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Publication numberUS6080940 A
Publication typeGrant
Application numberUS 09/081,547
Publication dateJun 27, 2000
Filing dateMay 19, 1998
Priority dateMay 19, 1998
Fee statusPaid
Publication number081547, 09081547, US 6080940 A, US 6080940A, US-A-6080940, US6080940 A, US6080940A
InventorsRoy A. Rice
Original AssigneeRockwell Technologies, Llc
Export CitationBiBTeX, EndNote, RefMan
External Links: USPTO, USPTO Assignment, Espacenet
Push-button switch spring
US 6080940 A
Abstract
The present invention provides a spring integrally formed in a face plate of a housing for use with printed circuit board mounted operators having a central portion and J-shaped extensions. Stresses incurred when the central portion of the spring is pressed are distributed along the length of the extensions thus reducing maximum stress concentration in the spring. Additionally, material surrounding the spring is only minimally deflected when a spring is deflected, adjacent operators are not inadvertently actuated.
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Claims(15)
I claim:
1. A push button spring for use with a printed circuit board mounted push-button operator, said spring comprising:
a face plate having at least one aperture, said aperture having a pair of opposing sides joined by a pair of opposing end walls, wherein said sides have a greater length than the end walls;
a finger target centrally disposed in said aperture; and
a pair of J shaped extensions integrally formed with said finger target and said face plate, each of said extensions have a first leg, and a second leg enjoined by a curved portion, each of said first legs extending radially in opposition from said finger target toward opposite end walls of said aperture, each of said second legs of said extensions extend into opposite end walls of said aperture which are substantially perpendicular to said second legs.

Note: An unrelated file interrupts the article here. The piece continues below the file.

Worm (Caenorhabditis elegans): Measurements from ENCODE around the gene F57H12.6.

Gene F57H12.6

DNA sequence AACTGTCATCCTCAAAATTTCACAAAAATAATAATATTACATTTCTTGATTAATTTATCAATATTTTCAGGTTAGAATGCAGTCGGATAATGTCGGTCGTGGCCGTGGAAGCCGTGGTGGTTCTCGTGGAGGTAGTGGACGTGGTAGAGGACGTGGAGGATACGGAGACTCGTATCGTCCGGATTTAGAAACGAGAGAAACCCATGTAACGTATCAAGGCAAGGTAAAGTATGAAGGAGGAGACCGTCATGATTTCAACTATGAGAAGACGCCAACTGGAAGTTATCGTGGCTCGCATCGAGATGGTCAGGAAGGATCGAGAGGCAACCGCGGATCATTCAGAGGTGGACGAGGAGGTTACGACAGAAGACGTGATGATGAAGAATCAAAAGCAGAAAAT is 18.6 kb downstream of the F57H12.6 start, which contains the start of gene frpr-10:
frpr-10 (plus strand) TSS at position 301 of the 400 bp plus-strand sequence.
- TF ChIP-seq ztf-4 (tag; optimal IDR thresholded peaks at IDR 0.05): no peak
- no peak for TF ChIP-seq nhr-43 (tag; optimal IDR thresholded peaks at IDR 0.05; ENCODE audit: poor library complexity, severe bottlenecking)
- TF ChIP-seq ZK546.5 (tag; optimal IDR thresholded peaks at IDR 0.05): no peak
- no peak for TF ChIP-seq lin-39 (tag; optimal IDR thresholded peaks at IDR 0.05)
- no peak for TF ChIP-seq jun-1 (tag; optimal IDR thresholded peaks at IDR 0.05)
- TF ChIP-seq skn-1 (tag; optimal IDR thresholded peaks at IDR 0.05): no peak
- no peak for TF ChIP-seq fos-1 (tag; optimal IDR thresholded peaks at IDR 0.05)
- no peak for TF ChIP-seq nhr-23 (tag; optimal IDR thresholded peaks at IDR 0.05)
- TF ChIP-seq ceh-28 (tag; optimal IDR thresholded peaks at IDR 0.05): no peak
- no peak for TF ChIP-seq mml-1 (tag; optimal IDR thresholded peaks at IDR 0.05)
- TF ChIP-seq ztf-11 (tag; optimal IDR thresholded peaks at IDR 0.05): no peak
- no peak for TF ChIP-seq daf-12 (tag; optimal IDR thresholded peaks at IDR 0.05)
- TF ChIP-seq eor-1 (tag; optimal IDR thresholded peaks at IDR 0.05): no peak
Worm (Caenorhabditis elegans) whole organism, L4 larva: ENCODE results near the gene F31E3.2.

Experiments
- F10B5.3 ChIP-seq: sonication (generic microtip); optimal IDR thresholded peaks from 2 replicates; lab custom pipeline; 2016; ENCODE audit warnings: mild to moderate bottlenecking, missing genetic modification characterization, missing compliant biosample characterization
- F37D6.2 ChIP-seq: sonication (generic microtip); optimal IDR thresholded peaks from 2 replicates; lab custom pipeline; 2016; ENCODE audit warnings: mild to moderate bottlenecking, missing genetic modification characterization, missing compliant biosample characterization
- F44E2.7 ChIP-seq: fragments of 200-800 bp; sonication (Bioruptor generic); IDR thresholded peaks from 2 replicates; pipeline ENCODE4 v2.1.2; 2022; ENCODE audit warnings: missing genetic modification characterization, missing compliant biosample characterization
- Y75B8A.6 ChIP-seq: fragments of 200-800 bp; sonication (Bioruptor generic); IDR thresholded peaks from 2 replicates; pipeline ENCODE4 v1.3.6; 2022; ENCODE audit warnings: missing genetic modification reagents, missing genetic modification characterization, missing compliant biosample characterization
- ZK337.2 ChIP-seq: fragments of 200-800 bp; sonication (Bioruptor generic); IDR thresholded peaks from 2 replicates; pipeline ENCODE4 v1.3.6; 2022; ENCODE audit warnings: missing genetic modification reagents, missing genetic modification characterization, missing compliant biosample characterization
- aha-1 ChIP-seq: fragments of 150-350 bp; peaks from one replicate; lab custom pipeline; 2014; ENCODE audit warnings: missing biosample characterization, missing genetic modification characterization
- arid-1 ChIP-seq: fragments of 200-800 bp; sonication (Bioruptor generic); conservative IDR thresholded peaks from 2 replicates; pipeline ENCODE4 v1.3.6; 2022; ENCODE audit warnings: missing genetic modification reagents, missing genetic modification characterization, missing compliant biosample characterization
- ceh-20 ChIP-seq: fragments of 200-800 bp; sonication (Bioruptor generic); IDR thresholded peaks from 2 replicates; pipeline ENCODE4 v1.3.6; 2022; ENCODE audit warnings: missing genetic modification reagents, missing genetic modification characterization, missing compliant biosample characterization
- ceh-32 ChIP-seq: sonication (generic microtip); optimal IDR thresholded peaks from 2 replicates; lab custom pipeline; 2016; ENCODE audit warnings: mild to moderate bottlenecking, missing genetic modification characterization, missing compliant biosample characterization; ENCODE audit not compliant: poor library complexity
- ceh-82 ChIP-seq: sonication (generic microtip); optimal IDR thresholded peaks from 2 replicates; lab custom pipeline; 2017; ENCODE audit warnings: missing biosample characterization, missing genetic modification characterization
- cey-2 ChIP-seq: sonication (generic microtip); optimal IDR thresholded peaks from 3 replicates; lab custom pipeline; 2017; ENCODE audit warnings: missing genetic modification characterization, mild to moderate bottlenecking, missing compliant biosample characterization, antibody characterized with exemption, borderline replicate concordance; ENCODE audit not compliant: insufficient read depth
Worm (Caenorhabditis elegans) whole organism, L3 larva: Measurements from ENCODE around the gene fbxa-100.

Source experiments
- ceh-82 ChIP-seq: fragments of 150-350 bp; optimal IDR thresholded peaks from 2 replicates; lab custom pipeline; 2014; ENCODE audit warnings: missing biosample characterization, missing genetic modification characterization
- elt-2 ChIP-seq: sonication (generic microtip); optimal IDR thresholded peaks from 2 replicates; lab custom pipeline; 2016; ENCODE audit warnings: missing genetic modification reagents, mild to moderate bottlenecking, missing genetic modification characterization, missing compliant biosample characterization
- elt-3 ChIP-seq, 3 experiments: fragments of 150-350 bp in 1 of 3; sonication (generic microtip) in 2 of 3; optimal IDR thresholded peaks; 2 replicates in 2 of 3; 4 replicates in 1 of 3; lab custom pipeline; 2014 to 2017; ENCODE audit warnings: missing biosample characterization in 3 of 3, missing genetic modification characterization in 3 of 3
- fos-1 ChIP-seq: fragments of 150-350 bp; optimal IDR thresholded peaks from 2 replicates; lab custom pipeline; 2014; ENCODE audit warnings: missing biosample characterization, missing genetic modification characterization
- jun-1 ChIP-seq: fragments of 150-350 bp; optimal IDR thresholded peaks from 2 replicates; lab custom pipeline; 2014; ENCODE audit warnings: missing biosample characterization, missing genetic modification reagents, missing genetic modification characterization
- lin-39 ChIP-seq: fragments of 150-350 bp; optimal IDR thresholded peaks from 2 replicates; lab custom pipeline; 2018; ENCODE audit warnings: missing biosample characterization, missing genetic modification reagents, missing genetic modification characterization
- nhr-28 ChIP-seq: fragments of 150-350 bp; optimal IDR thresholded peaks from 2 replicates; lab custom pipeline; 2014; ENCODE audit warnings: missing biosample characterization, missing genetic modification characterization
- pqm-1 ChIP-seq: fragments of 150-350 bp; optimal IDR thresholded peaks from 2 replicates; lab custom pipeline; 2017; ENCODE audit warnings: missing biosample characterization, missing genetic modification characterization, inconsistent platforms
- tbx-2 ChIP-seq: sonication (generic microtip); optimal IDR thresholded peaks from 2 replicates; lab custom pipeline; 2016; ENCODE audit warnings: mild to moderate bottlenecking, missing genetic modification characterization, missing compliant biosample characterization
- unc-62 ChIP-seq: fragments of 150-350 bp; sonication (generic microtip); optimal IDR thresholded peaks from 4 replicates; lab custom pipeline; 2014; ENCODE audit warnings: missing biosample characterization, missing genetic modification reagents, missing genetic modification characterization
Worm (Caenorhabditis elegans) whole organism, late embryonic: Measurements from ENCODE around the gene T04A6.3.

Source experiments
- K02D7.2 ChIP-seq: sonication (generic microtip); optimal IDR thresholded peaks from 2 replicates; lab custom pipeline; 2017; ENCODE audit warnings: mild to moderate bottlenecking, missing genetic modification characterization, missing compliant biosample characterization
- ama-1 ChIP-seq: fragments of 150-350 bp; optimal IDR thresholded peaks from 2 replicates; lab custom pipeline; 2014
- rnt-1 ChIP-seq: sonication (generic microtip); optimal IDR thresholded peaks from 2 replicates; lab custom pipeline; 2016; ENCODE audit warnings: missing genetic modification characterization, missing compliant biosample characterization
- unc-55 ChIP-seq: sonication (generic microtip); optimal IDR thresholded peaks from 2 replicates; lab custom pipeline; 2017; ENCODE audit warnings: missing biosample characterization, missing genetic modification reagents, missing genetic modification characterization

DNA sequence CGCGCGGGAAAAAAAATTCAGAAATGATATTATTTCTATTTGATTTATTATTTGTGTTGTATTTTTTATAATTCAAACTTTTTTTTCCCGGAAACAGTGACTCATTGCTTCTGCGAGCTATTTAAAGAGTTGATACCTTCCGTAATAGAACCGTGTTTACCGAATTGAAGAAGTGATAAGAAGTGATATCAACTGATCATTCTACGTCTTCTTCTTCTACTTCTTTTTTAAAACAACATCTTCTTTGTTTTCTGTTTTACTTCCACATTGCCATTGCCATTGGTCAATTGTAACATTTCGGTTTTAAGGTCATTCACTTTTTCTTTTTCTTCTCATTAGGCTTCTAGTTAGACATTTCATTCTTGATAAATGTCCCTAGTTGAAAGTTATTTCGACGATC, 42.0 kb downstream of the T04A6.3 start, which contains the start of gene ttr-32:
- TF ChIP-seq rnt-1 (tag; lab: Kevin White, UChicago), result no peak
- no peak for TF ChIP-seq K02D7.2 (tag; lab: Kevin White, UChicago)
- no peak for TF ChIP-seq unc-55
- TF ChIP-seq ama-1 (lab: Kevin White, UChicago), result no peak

2. The spring as claimed in claim 1 wherein said face plate, finger target, and extensions are a thermoplastic polymer.
3. The spring as claimed in claim 1 wherein said finger target is cylindrical.
4. The spring as claimed in claim 1 wherein said first leg and said second leg are parallel.
5. The spring as claimed in claim 1 wherein said first leg and said second leg are straight.
6. The spring as claimed in claim 1 wherein said first leg and said second leg are different lengths.
7. The spring as claimed in claim 1 wherein said J-shaped extensions are of uniform width.
8. A housing for a plurality of closely spaced printed circuit board mounted operators comprising:
a base having a faceplate;
a plurality of apertures formed in said faceplate each of said apertures having a pair of opposing sides joined by opposing end walls substantially perpendicular to said sides, wherein said sides have a greater length than the end walls, and a longitudinal axis which extends through said end walls; and
a plurality of springs, each of said springs being disposed in one of said apertures, and having a finger target supported by a pair of J-shaped extensions that are an integral part of said faceplate, wherein each of said J-shaped extensions have a first leg and a second leg, such that each of said first legs opposingly extend radially from said finger target along said longitudinal axis of said aperture toward opposite end walls of said aperture, and each of said second legs of said extensions extend into opposite end walls of said aperture which are substantially perpendicular to said second legs.